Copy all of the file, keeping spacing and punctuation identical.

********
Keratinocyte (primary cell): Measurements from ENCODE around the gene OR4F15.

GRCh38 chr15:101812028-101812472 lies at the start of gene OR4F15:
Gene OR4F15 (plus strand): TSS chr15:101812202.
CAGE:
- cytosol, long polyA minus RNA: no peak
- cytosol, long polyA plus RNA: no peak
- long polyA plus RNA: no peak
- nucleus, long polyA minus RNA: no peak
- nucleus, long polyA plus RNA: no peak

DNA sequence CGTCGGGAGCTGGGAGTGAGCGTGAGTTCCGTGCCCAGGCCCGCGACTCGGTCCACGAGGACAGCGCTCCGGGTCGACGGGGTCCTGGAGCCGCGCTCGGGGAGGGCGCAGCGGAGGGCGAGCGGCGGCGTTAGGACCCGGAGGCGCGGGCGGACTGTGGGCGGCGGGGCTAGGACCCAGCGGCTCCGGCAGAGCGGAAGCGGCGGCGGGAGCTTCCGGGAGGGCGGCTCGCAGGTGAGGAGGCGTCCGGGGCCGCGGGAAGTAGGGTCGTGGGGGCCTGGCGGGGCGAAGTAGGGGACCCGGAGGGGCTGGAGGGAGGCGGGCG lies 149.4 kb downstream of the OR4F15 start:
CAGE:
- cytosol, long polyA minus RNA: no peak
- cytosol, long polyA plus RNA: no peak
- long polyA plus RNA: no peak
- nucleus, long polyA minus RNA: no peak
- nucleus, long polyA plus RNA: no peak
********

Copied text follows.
Keratinocyte (primary cell): Measurements from ENCODE around the gene OR4F15.

GRCh38 chr15:101812028-101812472 lies at the start of gene OR4F15:
Gene OR4F15 (plus strand): TSS chr15:101812202.
CAGE:
- cytosol, long polyA minus RNA: no peak
- cytosol, long polyA plus RNA: no peak
- long polyA plus RNA: no peak
- nucleus, long polyA minus RNA: no peak
- nucleus, long polyA plus RNA: no peak

DNA sequence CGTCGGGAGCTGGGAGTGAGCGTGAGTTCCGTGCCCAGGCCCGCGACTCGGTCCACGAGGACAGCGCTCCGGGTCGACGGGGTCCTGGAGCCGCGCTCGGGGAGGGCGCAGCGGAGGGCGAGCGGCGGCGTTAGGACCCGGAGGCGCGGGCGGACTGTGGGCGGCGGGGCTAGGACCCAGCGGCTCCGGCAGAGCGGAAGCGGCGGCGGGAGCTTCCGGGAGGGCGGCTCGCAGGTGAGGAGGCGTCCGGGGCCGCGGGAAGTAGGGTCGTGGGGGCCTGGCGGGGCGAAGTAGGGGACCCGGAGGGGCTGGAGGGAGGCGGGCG lies 149.4 kb downstream of the OR4F15 start:
CAGE:
- cytosol, long polyA minus RNA: no peak
- cytosol, long polyA plus RNA: no peak
- long polyA plus RNA: no peak
- nucleus, long polyA minus RNA: no peak
- nucleus, long polyA plus RNA: no peak